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Have I sung the praises of Gmail lately? You should get it


Have I sung the praises of Gmail lately? I don’t think I’ve ever said much about it. I guess it’s such a big part of my online arsenal of writing tools that I’ve never really thought about writing to recommend it.

In case you’ve been living in a small closet somewhere in the deep woods and not heard of it, Gmail (yes, it’s easily found at gmail.com) is the free email and online organization toolbox offered by Google. Sure, I’m aware that Google appears to be dominating the world these days, but it’s still worth looking into if you’ve not tried Gmail.

I love the huge amount of free space with each account (something 7.5 gigabytes of free email storage right now). I really love the options Gmail offers for downloading the mail via a desktop program like Thunderbird or Microsoft Live Mail — while still leaving a copy of the email online on in your storage space. For several years, I would do this, meaning every email I’ve received via Gmail has been kept for me to access if I need it. More than several times, having that feature has saved my sorry behind.

And I really appreciate the way you can have multiple Gmail accounts. That means I can create a separate email account/address for business, for distinct categories and types of writing, for completely personal use, etc.

But most of all, I really love a couple of features I’m only learning to use: feeding several email accounts into one Gmail account and filtering Gmail email.

1. Several accounts into one: I now have the four Gmail accounts I use most coming into one of the four that is my main email account. This is set up so I can send email and email replies from any of the four accounts, and manage them all from one Gmail account.

2. Magical Gmail filtering features: It took me awhile to learn to look at my email differently from the “old fashioned” perspective of “mailboxes.” Gmail has only an Inbox, Trash box, Sent Mail box, and Draft box. I’m not sure, really, whether those are really “mailboxes” in the sense of traditional email software. In fact, they’re just labels the Gmail system attaches to email messages — AND YOU CAN USE THAT FILTERING FEATURE TO SORT YOUR EMAIL JUST ABOUT ANY WAY YOU WANT.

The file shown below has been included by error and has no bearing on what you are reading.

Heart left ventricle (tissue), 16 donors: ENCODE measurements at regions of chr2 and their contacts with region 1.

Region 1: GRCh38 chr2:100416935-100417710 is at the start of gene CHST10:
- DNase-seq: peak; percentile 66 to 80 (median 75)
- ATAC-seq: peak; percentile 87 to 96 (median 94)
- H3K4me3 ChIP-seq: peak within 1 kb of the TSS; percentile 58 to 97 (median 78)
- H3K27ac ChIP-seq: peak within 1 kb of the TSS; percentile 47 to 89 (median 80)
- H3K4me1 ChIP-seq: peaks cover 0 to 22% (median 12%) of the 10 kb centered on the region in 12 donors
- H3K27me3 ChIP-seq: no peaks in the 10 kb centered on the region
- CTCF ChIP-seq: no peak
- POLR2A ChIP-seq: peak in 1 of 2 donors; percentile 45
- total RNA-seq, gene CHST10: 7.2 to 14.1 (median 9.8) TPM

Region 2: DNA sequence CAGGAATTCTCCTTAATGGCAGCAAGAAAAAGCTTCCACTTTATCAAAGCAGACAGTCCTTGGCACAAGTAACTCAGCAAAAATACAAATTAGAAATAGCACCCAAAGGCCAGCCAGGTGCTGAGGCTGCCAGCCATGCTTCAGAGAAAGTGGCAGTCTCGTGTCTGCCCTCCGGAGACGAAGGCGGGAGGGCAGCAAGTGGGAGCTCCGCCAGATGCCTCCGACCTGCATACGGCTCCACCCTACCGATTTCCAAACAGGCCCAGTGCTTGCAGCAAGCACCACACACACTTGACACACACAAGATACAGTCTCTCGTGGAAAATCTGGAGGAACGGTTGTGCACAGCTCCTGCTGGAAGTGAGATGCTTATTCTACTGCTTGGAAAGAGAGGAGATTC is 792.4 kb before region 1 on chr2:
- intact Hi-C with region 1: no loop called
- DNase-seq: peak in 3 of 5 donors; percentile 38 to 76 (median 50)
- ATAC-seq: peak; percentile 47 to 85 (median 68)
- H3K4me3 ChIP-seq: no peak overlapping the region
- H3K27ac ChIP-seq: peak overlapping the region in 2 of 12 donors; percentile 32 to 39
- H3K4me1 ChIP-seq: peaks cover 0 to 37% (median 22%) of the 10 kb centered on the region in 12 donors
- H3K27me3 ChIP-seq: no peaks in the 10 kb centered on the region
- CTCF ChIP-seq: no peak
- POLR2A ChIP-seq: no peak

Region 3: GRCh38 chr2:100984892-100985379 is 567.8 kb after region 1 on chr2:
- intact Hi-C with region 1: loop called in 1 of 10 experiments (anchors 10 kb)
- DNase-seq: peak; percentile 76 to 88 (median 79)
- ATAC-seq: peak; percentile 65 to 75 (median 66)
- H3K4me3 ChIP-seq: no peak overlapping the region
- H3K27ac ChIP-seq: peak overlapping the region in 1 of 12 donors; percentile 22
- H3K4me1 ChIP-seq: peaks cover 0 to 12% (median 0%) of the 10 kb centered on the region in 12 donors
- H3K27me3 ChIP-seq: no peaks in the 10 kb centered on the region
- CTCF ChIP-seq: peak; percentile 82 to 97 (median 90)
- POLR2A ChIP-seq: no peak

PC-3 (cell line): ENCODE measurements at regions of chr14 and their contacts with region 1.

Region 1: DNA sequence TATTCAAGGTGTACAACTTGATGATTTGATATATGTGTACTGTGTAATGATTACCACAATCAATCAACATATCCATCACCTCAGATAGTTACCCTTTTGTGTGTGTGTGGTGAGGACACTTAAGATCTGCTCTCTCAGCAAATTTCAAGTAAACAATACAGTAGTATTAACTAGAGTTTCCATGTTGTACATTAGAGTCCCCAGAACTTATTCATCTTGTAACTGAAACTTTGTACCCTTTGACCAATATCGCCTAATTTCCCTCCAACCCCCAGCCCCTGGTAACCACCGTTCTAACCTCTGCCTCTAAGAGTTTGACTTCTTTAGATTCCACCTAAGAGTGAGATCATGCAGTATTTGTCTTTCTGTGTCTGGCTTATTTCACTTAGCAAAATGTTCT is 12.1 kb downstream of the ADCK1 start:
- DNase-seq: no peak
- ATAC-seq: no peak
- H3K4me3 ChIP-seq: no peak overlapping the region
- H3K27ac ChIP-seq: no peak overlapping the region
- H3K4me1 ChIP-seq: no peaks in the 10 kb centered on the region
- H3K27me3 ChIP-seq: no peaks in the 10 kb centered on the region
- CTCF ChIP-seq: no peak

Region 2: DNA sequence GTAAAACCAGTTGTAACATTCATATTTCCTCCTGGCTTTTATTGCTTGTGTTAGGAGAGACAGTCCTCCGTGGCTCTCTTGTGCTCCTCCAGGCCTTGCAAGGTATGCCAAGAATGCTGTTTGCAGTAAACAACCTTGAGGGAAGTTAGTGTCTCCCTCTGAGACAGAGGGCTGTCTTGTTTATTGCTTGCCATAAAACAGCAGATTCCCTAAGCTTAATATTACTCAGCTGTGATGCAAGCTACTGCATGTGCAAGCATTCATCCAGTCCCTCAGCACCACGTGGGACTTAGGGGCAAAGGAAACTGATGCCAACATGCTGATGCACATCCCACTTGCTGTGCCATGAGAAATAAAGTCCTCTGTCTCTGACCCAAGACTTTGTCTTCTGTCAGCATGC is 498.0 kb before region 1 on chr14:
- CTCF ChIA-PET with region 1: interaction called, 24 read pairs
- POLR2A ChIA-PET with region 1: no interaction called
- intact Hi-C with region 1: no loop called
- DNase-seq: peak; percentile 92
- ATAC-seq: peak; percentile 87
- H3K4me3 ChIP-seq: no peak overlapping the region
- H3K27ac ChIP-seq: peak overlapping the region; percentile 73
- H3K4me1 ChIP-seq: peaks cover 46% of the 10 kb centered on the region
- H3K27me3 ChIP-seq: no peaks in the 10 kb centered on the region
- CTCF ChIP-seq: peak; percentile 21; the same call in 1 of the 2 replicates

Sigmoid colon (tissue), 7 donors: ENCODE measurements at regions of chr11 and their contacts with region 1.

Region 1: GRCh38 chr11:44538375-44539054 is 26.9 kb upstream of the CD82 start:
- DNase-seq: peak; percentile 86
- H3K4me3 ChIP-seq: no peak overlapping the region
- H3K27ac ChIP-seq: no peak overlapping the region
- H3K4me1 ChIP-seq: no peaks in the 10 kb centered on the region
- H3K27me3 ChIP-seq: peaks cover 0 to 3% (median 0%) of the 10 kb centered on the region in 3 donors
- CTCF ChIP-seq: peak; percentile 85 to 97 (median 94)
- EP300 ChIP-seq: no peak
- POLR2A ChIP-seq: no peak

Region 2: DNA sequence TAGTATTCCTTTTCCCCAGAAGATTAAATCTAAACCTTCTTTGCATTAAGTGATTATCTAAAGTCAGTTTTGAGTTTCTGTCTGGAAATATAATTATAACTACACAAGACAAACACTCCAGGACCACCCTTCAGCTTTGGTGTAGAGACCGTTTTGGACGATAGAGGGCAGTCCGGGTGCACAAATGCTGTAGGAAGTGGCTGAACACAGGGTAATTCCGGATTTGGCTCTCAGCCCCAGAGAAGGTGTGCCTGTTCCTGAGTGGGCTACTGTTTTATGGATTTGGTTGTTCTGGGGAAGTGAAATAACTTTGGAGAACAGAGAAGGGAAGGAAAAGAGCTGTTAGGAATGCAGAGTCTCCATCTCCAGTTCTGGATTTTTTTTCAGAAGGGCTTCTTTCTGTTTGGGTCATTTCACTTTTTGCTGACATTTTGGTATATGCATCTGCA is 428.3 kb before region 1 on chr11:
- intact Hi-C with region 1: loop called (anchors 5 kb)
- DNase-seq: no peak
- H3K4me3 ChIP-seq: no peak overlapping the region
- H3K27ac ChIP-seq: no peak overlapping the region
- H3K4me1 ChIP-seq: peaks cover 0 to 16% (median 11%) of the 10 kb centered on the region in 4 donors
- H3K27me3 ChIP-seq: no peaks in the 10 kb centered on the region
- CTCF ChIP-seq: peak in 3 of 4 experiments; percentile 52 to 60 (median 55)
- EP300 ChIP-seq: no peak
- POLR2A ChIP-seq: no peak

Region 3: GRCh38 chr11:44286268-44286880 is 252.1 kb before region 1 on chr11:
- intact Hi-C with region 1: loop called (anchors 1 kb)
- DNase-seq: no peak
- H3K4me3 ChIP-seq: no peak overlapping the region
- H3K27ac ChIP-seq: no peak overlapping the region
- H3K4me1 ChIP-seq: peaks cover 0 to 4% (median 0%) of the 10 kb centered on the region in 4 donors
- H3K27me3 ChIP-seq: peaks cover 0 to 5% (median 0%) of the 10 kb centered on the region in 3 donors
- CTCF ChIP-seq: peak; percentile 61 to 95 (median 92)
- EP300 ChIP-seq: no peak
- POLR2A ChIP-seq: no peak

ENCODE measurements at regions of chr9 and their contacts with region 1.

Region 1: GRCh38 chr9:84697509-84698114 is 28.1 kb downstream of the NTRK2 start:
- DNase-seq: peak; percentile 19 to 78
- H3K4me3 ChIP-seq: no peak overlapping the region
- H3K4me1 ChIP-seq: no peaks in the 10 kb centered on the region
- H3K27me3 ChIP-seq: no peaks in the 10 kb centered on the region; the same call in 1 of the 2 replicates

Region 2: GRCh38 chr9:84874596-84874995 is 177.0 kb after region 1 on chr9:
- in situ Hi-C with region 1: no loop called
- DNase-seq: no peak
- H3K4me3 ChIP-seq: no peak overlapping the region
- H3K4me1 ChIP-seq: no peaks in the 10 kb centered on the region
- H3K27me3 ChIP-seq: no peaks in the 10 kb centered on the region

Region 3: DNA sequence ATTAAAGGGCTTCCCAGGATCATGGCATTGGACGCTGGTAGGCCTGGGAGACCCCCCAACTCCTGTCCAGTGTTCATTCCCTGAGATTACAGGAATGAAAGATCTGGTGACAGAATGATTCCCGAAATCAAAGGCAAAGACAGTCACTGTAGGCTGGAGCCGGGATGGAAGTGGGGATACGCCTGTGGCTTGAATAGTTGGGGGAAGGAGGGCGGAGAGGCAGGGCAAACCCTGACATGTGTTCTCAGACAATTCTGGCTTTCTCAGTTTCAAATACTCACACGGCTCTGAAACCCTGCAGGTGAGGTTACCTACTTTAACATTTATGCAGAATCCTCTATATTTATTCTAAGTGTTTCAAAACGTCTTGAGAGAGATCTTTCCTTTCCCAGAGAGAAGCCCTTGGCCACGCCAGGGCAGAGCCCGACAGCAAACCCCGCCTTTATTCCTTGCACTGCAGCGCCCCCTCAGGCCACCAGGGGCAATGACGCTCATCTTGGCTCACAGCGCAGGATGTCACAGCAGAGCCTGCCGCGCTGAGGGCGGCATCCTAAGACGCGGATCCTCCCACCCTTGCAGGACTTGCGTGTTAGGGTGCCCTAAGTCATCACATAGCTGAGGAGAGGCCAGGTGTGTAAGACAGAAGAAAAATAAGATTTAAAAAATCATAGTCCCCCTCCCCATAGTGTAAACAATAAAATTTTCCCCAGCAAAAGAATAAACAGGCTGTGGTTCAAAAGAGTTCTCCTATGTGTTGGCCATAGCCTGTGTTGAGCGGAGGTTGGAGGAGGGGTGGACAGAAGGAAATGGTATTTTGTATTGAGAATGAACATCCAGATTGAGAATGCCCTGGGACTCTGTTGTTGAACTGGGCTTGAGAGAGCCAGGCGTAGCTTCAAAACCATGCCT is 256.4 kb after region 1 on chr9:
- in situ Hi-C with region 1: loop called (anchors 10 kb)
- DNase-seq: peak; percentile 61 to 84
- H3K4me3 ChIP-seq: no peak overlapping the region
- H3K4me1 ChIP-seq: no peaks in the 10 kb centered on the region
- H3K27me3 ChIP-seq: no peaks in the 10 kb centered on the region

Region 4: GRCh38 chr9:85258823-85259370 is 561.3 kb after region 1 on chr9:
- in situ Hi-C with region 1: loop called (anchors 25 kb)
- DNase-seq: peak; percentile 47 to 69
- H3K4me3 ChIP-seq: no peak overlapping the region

The email you receive in Gmail appears in your Inbox. But you can create labels that will “send” it into a label equivalent to any traditional mailbox you might want to name. For example, I receive several emails a day from Amazon.com. So I created a filter so that any email with “From” showing amazon.com will automatically 1) be archived (i.e., won’t appear in the Inbox), 2) will be labeled “Amazon,” and will never be sent to the “Spam” box. When I want to read Amazon.com email, I simply look down the left-hand side of my Gmail screen, find the label “Amazon and click on it, and I have in newest to oldest order every email that has come to me from Amazon.com.

And the beauty of filtering is that you can set up several conditions to sort and label the email — and any email can have more than one label, i.e., you can find it in any “mailbox” you’ve labeled it to be in.

And did I mention how effective the Gmail spam filters have always been for me? They rarely give any “false positives,” but I glance through the “Spam” box once a day just in case something I wanted to keep got sent into “Spam” by accident.

Anyway, you may already have a Gmail account. If so, perhaps this article will motivate you to look at some of the things you can do to take advantage of Gmail features. If not, you should consider creating one — or two, or three, or four, or … you get the idea.